The order of operations, or PEMDAS, P-E-MD-AS, is simply the process you follow to simplify and work an equation.

Let me give you an example. If you have an equation like this:

2(7 – 3) + 3(9 + 4)2

You have to work the problem according to a specific order, the order of operations.

In this particular example, you would first solve for the parentheses, then you would solve for the exponents. Then going left to right, you do either multiplication or division, then you would add or subtract in the same order (from left to right).

So that’s why we group the M and the D and the A and the S together.


Sets of numbers that can be multiplied together to get another number are called factors. For example, the factors of 25 are 1, 5, and 25:

1 x 25 = 25

5 x 5 = 25

Make sure you brush up on your multiplication facts!

You may be asked to find the “common factors” of two numbers. Find the factors of each number, then see what numbers they have in common.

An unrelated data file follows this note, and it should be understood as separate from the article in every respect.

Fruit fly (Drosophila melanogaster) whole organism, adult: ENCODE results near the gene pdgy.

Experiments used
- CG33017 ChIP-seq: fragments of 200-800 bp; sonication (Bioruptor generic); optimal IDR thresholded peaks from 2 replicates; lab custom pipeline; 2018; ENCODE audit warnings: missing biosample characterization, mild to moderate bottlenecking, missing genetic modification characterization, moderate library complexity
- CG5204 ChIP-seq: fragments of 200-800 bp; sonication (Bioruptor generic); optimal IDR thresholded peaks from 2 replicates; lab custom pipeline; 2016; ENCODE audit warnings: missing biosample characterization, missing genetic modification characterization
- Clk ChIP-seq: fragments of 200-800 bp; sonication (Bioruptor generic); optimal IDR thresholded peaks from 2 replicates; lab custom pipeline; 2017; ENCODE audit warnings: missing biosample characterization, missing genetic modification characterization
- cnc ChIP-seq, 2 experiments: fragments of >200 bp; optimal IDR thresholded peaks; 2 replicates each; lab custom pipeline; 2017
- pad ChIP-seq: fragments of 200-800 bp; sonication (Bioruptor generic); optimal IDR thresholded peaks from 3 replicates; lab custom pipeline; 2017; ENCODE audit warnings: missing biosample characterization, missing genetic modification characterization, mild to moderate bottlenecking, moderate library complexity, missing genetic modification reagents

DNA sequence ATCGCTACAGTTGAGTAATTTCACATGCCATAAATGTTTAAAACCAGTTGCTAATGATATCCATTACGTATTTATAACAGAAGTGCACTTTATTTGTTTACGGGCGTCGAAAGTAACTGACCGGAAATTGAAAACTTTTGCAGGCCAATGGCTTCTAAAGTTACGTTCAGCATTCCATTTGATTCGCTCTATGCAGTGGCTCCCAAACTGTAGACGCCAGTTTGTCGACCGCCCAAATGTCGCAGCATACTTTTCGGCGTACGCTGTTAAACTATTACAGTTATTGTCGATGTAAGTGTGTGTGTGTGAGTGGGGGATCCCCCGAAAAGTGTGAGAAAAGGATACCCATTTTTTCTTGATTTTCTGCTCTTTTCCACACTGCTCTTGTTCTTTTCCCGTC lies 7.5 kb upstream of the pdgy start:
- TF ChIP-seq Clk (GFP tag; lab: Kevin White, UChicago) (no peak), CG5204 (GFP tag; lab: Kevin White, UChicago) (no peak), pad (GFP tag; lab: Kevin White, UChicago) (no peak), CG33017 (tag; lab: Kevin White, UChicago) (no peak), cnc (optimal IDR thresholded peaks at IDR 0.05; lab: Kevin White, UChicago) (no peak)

Algebra and Functions

This section tests your knowledge on solving algebraic expressions, equations, and inequalities, using a variety of techniques and problem-solving approaches.

Here are some concepts that you may see on the test.

Solving for x

Solving for x is pretty straightforward. The test will give you an equation and then you have to solve for x. So, the test will give you an equation like:

4x² – 4(3 + 2) = 16

And in this equation, we would just need to balance the equation for x, so you would simplify it as much as you can, balance the equation, and you’d find that x equals three.

4x² – 4(5) = 16

4x² – 20 = 16

4x² = 36

x² = 9

x = 3

Now, take note. You are more than likely going to be presented with a real-world word problem. Be able to take what you need from the problem, build the equation, and solve for x.